Leading U.S. officials have repeatedly warned Congress of late that our elections are still at risk from foreign attackers, most notably Russia, which helped elect Donald Trump three years ago. Just this week, FBI Director Christopher Wray reminded Congress that despite sanctions, Russia is determined to interfere in our elections, while former Special Counsel Robert Mueller was even less subtle.
Asked about Russia's 2016 attack, Mueller testified, "Oh, this wasn't a single attempt. They're doing it as we sit here – and they expect to do it during the next campaign."
It's against this backdrop that Democratic senators urged their colleagues yesterday to pass two bills: one that would require voting systems to use backup paper ballots and mandate tech safeguards, and another that would require campaigns to report attempts at foreign elections interference to federal authorities.
Predictably, Senate Majority Leader Mitch McConnell (R-Ky.) blocked both, but I was struck by the rhetoric he used to defend his position. The Hill reported:
Senate Majority Leader Mitch McConnell (R-Ky.) blocked two election security measures on Thursday, arguing Democrats are trying to give themselves a "political benefit." [...]Senate Minority Leader Charles Schumer (D-N.Y.) had tried to get consent Thursday to pass a House bill that requires the use of paper ballots and includes funding for the Election Assistance Commission. It passed the House 225-184 with one Republican voting for it.But McConnell objected, saying Schumer was trying to pass "partisan legislation."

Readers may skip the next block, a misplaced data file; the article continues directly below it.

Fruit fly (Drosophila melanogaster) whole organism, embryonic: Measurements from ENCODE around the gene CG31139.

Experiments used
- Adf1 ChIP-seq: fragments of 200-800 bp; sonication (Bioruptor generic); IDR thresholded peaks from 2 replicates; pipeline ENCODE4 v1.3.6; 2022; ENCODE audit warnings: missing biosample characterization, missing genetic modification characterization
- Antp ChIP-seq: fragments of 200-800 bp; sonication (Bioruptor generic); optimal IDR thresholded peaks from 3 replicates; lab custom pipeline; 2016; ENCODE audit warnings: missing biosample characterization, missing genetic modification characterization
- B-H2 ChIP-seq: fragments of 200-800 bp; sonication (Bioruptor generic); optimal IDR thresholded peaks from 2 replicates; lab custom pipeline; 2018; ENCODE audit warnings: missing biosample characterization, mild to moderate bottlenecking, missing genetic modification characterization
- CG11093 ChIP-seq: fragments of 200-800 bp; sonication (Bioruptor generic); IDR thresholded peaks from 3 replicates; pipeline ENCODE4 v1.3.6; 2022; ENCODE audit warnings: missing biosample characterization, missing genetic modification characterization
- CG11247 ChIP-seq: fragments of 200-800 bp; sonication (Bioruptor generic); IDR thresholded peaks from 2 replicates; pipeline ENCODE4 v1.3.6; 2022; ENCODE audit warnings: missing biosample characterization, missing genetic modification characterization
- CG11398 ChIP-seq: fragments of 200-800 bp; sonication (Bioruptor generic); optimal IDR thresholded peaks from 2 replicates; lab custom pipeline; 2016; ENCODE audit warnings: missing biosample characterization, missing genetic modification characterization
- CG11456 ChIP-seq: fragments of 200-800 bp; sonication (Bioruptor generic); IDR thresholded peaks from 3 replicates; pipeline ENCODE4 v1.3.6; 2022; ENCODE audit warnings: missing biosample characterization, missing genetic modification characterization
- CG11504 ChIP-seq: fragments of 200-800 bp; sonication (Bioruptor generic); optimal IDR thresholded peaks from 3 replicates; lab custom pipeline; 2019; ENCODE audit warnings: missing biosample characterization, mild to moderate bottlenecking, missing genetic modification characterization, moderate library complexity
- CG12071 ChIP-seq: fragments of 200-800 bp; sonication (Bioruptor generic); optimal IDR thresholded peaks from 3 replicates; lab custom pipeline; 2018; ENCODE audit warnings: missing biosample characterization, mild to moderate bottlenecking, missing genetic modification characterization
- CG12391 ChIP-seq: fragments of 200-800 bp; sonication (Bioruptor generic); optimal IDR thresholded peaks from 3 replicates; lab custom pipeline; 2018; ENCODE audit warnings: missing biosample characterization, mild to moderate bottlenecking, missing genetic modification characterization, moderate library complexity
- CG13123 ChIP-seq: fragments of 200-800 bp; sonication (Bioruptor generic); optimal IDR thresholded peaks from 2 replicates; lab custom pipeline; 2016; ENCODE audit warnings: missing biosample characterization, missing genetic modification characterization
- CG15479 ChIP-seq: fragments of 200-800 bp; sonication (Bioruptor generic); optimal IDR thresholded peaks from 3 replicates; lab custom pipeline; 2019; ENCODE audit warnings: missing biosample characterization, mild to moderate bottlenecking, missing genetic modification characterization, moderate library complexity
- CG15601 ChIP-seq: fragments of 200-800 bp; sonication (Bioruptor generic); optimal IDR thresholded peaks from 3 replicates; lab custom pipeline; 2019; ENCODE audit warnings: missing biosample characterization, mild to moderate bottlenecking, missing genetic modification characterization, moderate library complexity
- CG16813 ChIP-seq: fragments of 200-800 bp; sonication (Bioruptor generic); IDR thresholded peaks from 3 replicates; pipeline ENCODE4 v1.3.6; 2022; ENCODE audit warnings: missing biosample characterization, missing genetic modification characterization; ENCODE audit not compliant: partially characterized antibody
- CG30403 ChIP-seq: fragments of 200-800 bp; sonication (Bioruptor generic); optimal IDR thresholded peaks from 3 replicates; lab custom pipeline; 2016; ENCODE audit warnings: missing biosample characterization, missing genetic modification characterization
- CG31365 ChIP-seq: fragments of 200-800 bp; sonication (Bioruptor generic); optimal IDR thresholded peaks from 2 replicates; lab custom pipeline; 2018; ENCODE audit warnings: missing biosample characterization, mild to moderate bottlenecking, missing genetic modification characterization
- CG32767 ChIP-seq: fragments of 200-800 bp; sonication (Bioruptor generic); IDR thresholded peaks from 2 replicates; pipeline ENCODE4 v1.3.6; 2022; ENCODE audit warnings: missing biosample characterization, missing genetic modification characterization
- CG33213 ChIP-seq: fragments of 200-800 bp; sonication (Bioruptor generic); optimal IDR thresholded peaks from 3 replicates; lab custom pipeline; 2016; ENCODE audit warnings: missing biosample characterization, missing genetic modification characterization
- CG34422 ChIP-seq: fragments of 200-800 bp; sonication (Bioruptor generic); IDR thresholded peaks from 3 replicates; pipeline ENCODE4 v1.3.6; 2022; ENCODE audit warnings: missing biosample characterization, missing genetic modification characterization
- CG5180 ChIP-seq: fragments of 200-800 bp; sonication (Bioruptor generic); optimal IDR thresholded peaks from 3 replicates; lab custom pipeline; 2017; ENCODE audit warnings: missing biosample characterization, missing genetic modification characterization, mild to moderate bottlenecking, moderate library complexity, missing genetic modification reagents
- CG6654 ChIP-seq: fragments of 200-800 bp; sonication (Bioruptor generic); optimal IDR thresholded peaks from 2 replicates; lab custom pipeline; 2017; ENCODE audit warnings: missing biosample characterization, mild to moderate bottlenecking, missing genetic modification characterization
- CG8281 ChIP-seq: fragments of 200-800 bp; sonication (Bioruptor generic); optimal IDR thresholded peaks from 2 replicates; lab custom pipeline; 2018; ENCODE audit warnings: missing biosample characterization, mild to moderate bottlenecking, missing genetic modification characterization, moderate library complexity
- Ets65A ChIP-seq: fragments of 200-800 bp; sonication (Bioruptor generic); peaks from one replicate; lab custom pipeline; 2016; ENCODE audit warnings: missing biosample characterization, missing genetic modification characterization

I suppose there's a degree of literal truth to the idea that this debate has become "partisan": Democrats seem eager to pass new election-security safeguards, while Republicans don't.
But there's a reason that's unsatisfying: it leads to the unavoidable question of why GOP leaders -- most notably McConnell, who refused to act when told of the Russian attack in 2016 -- insist on seeing this issue through a partisan lens.
The Washington Post's Paul Waldman pulled back the curtain on the Republicans' motivations.
The legislation to which McConnell refers, the one that passed the House, is pretty straightforward. It requires voter-verifiable paper ballots and voting machines that don't connect directly to the Internet, so that recounts can be done accurately and there's less vulnerability to hacking. It gives states money to secure their systems. It instructs the Election Assistance Commission to do a study to determine optimal ballot designs to minimize voter confusion and errors.You wouldn't think there's anything there that would particularly advantage one party over another. But that's only if you didn't know how voting really works in this country.
When we've reached the point at which Republicans see safeguards protecting the integrity of elections as helping Democrats to an unacceptable degree, something has gone horribly awry.